///2019 Abstract Details
2019 Abstract Details2019-07-13T07:45:15-05:00

Epidural Catheter Movement in Parturients with Class 3 Obesity

Abstract Number: T2I-505
Abstract Type: Original Research

Jennifer Fichter MD1 ; Kenneth Nelson MD2; Lynne Harris BSN3

Background: Epidural catheter movement (ECM) with changes in parturient positioning was first described in 1997 by Hamilton et al., who conducted a prospective study evaluating ECM with patient movement. 1 They found that with increasing BMI, epidural catheters (EC) moved a statistically significant amount with patient repositioning. While their study included obese women, it did not look specifically at parturients with Class 3 obesity (C3O), defined by the CDC as BMI≥40.2 OB anesthesiologists today care for double the number of women with C3O than they did in 1997.3 The amount of ECM is important to know so that precise adjustments can be made for optimal anesthetic effects and to prevent EC failure. We hypothesized that we would replicate the Hamilton study’s findings of ECM in obese women, finding greater ECM in our C3O parturients.

Methods: Following IRB approval, we performed a retrospective chart review of all labor epidurals/CSEs placed in 2017 and 2018 at our institution. We reviewed neuraxial procedure notes of all women with a BMI≥40 and gathered the following data: distance to epidural space, distance of initial EC placement, and distance of final EC position after patient repositioning. ECM was defined as the difference between initial and final EC positions. A scatter plot was created to evaluate the correlation of BMI and ECM. Data were analyzed using OriginPro 2019; OriginLab; Northampton, MA.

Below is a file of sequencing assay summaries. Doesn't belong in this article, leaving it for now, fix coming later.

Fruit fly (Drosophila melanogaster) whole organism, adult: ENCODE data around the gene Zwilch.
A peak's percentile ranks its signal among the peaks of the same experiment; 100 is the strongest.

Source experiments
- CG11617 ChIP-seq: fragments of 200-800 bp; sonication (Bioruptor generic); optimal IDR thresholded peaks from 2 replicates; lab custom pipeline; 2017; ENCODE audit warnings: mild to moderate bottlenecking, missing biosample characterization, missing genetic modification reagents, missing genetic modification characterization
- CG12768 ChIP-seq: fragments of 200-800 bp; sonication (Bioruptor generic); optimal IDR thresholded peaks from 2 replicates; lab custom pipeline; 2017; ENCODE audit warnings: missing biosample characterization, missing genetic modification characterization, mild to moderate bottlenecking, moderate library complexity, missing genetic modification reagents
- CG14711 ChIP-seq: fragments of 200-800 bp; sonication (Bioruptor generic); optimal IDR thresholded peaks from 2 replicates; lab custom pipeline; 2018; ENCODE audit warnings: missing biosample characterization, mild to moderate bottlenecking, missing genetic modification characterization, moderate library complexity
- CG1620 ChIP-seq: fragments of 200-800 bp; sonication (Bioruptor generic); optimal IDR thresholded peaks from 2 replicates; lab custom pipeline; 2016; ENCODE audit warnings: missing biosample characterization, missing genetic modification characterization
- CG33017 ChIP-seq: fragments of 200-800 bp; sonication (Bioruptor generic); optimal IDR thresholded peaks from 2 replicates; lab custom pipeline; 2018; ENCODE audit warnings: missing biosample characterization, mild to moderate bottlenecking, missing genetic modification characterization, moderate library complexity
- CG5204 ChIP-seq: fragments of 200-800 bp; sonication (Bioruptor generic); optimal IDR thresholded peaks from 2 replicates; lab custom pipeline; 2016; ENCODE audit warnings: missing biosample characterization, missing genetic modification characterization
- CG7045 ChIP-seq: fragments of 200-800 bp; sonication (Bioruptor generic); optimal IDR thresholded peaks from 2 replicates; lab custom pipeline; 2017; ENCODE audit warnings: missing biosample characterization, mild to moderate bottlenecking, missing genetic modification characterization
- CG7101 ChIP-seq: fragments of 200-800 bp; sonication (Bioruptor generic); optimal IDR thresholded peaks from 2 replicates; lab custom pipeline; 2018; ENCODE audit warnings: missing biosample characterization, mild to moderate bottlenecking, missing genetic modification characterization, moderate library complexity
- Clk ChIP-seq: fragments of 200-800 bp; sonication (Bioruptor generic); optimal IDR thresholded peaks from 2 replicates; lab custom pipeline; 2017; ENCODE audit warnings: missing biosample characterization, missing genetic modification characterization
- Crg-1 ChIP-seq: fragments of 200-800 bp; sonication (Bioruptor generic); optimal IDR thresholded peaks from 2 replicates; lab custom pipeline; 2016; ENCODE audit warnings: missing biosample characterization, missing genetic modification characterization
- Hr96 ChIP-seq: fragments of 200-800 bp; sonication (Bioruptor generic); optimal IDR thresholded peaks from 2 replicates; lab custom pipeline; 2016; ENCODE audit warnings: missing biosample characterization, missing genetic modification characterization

Results: Data were collected on 788 women identified as having a BMI≥40. Median BMI was 43.6, and the highest reported BMI was 79.2. ECM ranged from 0-5cm (median 2cm). Pearson’s correlation coefficient for BMI and ECM was 0.2225 with an R2 value of 0.0496 (Figure 1).

Conclusion: Our data reveal a weakly positive correlation between BMI≥40 and ECM in parturients receiving epidural labor analgesia. We believe it is likely that this retrospective methodology underestimates the true degree of ECM. First, patient repositioning was not specifically documented in the procedure note. Our standard repositioning places the patient laterally, but it is not known how often this occurred. Secondly, precise EC measurements were not made. We have initiated a prospective study to address these weaknesses but currently do not have enough data to report.

1. Hamilton CL, et al. Anesthesiology 1997; 86(778-84).

2. CDC..https://www.cbc.gov/obesity. Accessed 11.13.18.

3. CDC. https://www.cdc.gov/nchs. Accessed 1.19.19.

SOAP 2019